In addition, Kent Smetters, director of the Penn Wharton Budget Model, said the bill’s health care subsidies could send inflation up. The legislation would spend $70 billion over a decade to extend tax credits to help 13 million Americans pay for health insurance under the Affordable Care Act.
Those subsidies would free up money for recipients to spend elsewhere, potentially increasing inflation, although Smetters said he thought the effect would likely be very small.
While the bill is unlikely to have much effect on overall inflation, it could have the benefit of increasing the savings of millions of households. At the same time, some critics warn that the provisions that would limit price increases for some Medicare drugs could have the effect of discouraging research and innovation by pharmaceutical companies.
Starting in 2025, the act will cap the amount Medicare recipients would pay for their prescription drugs at $2,000 a year. It will authorize Medicare to negotiate the cost of some high-priced pharmaceuticals — a long-sought goal that President Donald Trump had also floated. It would also limit Medicare recipients’ out-of-pocket costs for insulin at $35 a month. Insulin prescriptions averaged $54 in 2020, according to the Kaiser Family Foundation.
“This is a historic change,” said Leigh Purvis, director of health care costs at the AARP Public Policy Institute. “This is allowing Medicare to protect beneficiaries from high drug prices in a way that was not there before.”
A study by Kaiser found that in 2019, 1.2 million Medicare recipients spent an average of $3,216 on drug prescriptions. Purvis said recipients who use the most expensive drugs can spend as much as $10,000 or $15,000 a year.
The legislation authorizes Medicare to negotiate prices of 10 expensive pharmaceuticals, starting next year, though the results won’t take effect until 2026. Up to 60 drugs could be subject to negotiation by 2029.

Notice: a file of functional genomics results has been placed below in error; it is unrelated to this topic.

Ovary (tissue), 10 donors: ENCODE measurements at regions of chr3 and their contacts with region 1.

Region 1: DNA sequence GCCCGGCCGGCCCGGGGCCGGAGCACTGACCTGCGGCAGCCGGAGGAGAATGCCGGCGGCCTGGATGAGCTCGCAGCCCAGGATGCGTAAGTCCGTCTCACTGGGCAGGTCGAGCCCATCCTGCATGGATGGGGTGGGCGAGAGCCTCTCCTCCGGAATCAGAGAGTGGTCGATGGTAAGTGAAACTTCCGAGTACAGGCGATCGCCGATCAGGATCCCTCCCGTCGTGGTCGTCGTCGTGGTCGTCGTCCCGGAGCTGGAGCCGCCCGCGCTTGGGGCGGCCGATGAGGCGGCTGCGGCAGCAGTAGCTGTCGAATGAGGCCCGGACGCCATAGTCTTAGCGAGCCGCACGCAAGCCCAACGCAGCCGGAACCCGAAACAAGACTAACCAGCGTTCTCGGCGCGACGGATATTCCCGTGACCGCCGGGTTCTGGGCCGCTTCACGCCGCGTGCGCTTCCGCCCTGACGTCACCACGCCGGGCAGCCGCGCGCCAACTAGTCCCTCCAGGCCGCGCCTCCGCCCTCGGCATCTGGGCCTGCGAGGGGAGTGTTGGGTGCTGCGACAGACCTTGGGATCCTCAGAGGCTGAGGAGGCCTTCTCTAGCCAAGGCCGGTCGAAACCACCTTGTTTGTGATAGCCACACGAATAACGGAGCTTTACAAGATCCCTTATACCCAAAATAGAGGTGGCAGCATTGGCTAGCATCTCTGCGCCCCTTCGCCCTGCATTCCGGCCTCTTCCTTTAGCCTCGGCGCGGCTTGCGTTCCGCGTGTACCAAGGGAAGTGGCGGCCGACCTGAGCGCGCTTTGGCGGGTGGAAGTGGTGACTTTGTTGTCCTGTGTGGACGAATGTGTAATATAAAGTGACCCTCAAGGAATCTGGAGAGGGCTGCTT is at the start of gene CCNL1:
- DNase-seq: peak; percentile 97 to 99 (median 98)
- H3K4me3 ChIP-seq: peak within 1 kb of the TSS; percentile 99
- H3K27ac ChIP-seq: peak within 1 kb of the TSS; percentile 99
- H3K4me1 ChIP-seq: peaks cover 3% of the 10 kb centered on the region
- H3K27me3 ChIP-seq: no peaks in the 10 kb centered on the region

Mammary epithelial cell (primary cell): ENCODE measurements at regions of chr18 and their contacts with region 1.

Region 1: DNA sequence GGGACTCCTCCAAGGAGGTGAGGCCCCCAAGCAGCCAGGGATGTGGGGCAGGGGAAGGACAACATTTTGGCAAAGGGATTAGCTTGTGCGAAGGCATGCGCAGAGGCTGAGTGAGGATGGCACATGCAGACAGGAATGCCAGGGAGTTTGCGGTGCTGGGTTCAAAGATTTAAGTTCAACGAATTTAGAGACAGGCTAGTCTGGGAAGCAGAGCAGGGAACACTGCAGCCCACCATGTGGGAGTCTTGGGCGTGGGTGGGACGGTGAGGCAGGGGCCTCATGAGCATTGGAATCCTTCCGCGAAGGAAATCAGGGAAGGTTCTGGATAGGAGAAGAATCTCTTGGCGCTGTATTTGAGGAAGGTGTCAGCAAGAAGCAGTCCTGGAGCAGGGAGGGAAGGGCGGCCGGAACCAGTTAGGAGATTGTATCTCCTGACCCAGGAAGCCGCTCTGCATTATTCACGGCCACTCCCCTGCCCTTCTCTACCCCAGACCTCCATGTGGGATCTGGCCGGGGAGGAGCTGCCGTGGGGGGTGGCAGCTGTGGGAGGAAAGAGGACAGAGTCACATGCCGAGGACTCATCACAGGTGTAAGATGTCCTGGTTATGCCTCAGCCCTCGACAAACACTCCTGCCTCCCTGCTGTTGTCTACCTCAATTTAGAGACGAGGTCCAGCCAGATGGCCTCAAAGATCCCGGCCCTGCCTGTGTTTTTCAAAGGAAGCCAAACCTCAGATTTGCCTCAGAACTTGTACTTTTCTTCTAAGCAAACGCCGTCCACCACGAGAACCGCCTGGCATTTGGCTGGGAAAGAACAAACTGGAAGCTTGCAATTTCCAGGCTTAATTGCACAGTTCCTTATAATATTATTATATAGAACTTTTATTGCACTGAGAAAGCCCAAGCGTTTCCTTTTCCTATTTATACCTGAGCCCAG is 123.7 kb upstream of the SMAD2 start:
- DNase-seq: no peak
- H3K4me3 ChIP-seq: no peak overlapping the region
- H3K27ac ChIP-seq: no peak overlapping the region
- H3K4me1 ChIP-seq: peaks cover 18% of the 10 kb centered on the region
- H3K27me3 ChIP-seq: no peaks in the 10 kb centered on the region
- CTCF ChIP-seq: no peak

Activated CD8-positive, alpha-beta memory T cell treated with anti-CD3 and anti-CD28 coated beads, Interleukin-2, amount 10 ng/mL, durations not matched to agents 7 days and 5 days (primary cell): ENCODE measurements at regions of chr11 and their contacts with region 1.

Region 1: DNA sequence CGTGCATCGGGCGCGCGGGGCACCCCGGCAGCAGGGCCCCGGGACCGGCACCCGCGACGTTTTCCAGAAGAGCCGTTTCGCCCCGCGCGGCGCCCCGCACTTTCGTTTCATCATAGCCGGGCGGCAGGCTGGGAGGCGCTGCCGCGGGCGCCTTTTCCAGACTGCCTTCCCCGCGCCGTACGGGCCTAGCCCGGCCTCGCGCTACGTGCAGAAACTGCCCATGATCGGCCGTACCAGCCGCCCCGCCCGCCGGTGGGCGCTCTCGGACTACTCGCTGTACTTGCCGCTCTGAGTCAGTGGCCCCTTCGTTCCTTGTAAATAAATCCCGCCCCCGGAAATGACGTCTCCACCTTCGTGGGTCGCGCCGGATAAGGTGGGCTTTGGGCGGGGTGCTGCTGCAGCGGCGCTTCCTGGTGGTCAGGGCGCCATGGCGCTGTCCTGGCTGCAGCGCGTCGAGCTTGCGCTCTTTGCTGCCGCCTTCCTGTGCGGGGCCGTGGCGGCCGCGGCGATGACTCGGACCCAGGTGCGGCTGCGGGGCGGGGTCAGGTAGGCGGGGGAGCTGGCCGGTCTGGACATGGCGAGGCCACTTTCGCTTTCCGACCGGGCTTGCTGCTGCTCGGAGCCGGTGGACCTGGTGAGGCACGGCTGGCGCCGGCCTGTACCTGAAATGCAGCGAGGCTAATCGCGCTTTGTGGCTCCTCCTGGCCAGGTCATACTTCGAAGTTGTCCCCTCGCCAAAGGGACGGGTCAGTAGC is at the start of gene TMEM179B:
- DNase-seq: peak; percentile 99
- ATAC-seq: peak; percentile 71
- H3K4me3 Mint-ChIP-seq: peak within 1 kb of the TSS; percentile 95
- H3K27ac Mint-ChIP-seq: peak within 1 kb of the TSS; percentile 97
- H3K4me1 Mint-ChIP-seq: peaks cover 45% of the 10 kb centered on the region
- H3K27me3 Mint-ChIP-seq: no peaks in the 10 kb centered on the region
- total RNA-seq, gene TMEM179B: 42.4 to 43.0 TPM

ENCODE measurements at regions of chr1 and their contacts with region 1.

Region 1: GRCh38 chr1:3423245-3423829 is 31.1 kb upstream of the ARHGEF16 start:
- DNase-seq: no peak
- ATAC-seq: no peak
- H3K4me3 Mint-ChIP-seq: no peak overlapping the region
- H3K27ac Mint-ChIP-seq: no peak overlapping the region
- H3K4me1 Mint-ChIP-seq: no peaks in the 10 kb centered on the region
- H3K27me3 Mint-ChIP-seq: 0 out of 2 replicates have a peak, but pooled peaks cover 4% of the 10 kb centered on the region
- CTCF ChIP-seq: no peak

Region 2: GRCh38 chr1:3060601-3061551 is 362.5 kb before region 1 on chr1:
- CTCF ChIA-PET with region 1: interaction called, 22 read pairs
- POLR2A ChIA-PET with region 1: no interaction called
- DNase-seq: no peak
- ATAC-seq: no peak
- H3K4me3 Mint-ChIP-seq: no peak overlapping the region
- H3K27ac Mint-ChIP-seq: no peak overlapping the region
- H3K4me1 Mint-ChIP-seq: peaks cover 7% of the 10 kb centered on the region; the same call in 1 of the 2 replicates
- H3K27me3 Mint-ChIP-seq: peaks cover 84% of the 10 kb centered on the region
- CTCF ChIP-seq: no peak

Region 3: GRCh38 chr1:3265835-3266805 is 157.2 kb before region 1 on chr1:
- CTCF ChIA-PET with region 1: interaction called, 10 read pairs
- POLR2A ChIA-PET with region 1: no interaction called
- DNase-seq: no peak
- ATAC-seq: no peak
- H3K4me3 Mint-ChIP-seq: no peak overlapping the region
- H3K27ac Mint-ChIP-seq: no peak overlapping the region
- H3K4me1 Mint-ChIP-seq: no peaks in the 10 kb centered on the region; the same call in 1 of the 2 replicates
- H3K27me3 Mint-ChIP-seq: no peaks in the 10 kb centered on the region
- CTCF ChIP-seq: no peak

Holtz-Eakin argued that because pharmaceutical companies have little leverage in the talks — they can’t appeal any decisions in court, for example — the provision amounts to government price-fixing. Drug manufacturers, he warned, are likely to cut back on research and development or pull drugs off Medicare in response, potentially depriving recipients of treatments.
The Inflation Reduction Act’s energy provisions could also create savings, though the amounts are likely to be much smaller.
The bill will also provide a $7,500 tax credit for new purchases of electric vehicles, though most EVs won’t qualify because the legislation requires them to include batteries with U.S. materials.
And the legislation also significantly expands a tax credit for homeowners who invest in energy-efficient equipment, from a one-time $500 credit to $1,200 that a homeowner could claim each year. Vincent Barnes, senior vice president for policy at the Alliance to Save Energy, said this would allow homeowners to make new energy-efficient investments over several years.
But for all Americans, including those who aren’t homeowners, the savings will likely be smaller. The Rhodium Group estimates that by 2030 the bill’s provisions will save households an average of up to $112 a year as gas and electricity becomes cheaper as more Americans drive EVs and houses become more energy- efficient.